HBO Max announced that “The Big Shot With Bethenny,” a new original series hosted by business tycoon and Skinnygirl founder Bethenny Frankel, will premiere on April 29. The seven-episode series will feature the next generation of business moguls competing for a position on Frankel’s executive team. Each contestant will participate in a variety of real-life […]
Thousands of Russians attend rallies calling for Alexei Navalny’s release . Allies of jailed opposition leader held as police close parts of Moscow and other cities
Mike Tindall’s comments came after it was confirmed the Duke of Sussex has returned home to California.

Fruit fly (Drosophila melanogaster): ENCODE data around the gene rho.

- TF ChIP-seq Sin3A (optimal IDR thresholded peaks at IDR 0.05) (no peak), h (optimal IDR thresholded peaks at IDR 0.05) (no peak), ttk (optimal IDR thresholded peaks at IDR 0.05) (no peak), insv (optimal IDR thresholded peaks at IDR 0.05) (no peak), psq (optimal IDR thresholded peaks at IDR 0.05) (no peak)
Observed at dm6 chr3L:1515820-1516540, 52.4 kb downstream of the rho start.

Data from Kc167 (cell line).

Not for distribution to United States newswire services or for dissemination in the United States TORONTO, April 21, 2021 (GLOBE NEWSWIRE) -- PIMCO Canada Corp. (“PIMCO Canada”) is pleased to announce today that it has declared monthly distributions on its Class A Units (the “Units”) of the PIMCO Canada closed end funds (the “Funds”). The distributions will be paid on May 14, 2021 to the holders of record at the close of business on April 30, 2021. Details of the distribution amounts are as follow: Fund NameTickerCash Distribution per UnitChange from Previous MonthPercentage Change from Previous MonthPIMCO Global Income Opportunities FundPGI.UN$0.05688--PIMCO Tactical Income FundPTI.UN$0.05208-- Unitholders are reminded that each Fund offers a distribution reinvestment plan (“DRIP”) which will provide unitholders with the ability to automatically reinvest their distributions. Eligible unitholders are encouraged to contact the institution through which they hold their Units to confirm enrollment procedures and timelines. A copy of the DRIP is available at www.pimco.ca. The Manager, PIMCO Canada, retains Pacific Investment Management Company, LLC (“PIMCO”), to provide investment management services to the Funds. About PIMCO PIMCO was founded in 1971 in Newport Beach, California and is one of the world’s premier fixed income investment managers. Today we have offices across the globe and 3,000+ professionals united by a single purpose: creating opportunities for investors in every environment. PIMCO is owned by Allianz S.E., a leading global diversified financial services provider. This is not an offer to sell Units and not a solicitation of an offer to buy Units in any region where the offer or sale is not permitted. Before you invest, you should carefully read the Funds’ disclosure documents and consider carefully the risks you assume when you invest in the Units. There can be no assurance that a Fund will achieve its investment objectives or be able to structure its investment portfolio as anticipated. Copies of the Funds’ disclosure documents may be obtained from your financial advisor. Forward-Looking Statements Certain statements included in this news release constitute forward-looking statements, including, but not limited to, those identified by the expressions “expect”, “intend”, “will” and similar expressions to the extent they relate to the Funds. The forward-looking statements are not historical facts but reflect each Fund, PIMCO Canada and/or PIMCO’s current expectations regarding future results or events. These forward-looking statements are subject to a number of risks and uncertainties that could cause actual results or events to differ materially from current expectations, including, but not limited to, market factors. Although the Funds, PIMCO Canada and/or PIMCO believes that the assumptions inherent in the forward-looking statements are reasonable, forward-looking statements are not guarantees of future performance and, accordingly, readers are cautioned not to place undue reliance on such statements due to the inherent uncertainty therein. The Funds, PIMCO Canada and/or PIMCO undertakes no obligation to update publicly or otherwise revise any forward-looking statement or information whether as a result of new information, future events or other factors which affect this information, except as required by law. You will usually pay brokerage fees to your dealer if you purchase or sell Units on the Toronto Stock Exchange (the “TSX”). If the Units are purchased or sold on the TSX, investors may pay more than the current net asset value when buying Units and may receive less than the current net asset value when selling them. There are ongoing fees and expenses associated with owning Units. An investment fund must prepare disclosure documents that contain key information about the fund. You can find more detailed information about the Funds in these documents. Investment funds are not guaranteed, their values change frequently and past performance may not be repeated. Each Fund is a closed end exchange traded investment fund. Closed end funds, unlike open end funds, are not continuously offered. After the initial public offering, shares of closed end funds are sold on the open market through a stock exchange. For additional information, contact your financial advisor. For a summary of the risks of an investment in each Fund, please see the Principal Risks of the Fund section of the prospectus. Units of closed end funds frequently trade at a discount to their net asset value, which may increase risk of loss. Distributions are not guaranteed and are subject to change and/or elimination. PIMCO as a general matter provides services to qualified institutions, financial intermediaries and institutional investors. Individual investors should contact their own financial professional to determine the most appropriate investment options for their financial situation. This material contains the current opinions of the manager and such opinions are subject to change without notice. This material has been distributed for informational purposes only and should not be considered as investment advice or a recommendation of any particular security, strategy or investment product. Information contained herein has been obtained from sources believed to be reliable, but not guaranteed. No part of this material may be reproduced in any form, or referred to in any other publication, without express written permission. PIMCO is a trademark of Allianz Asset Management of America L.P. in the United States and throughout the world. ©2021, PIMCO The products and services provided by PIMCO Canada Corp. may only be available in certain provinces or territories of Canada and only through dealers authorized for that purpose. PIMCO Canada has retained PIMCO LLC as sub-adviser. PIMCO Canada will remain responsible for any loss that arises out of the failure of its sub-adviser. PIMCO Canada Corp. 199 Bay Street, Suite 2050, Commerce Court Station, P.O. Box 363, Toronto, ON, M5L 1G2, 416-368-3350 Contact:Agnes CranePIMCO – Media Relations Phone: +212 597.1054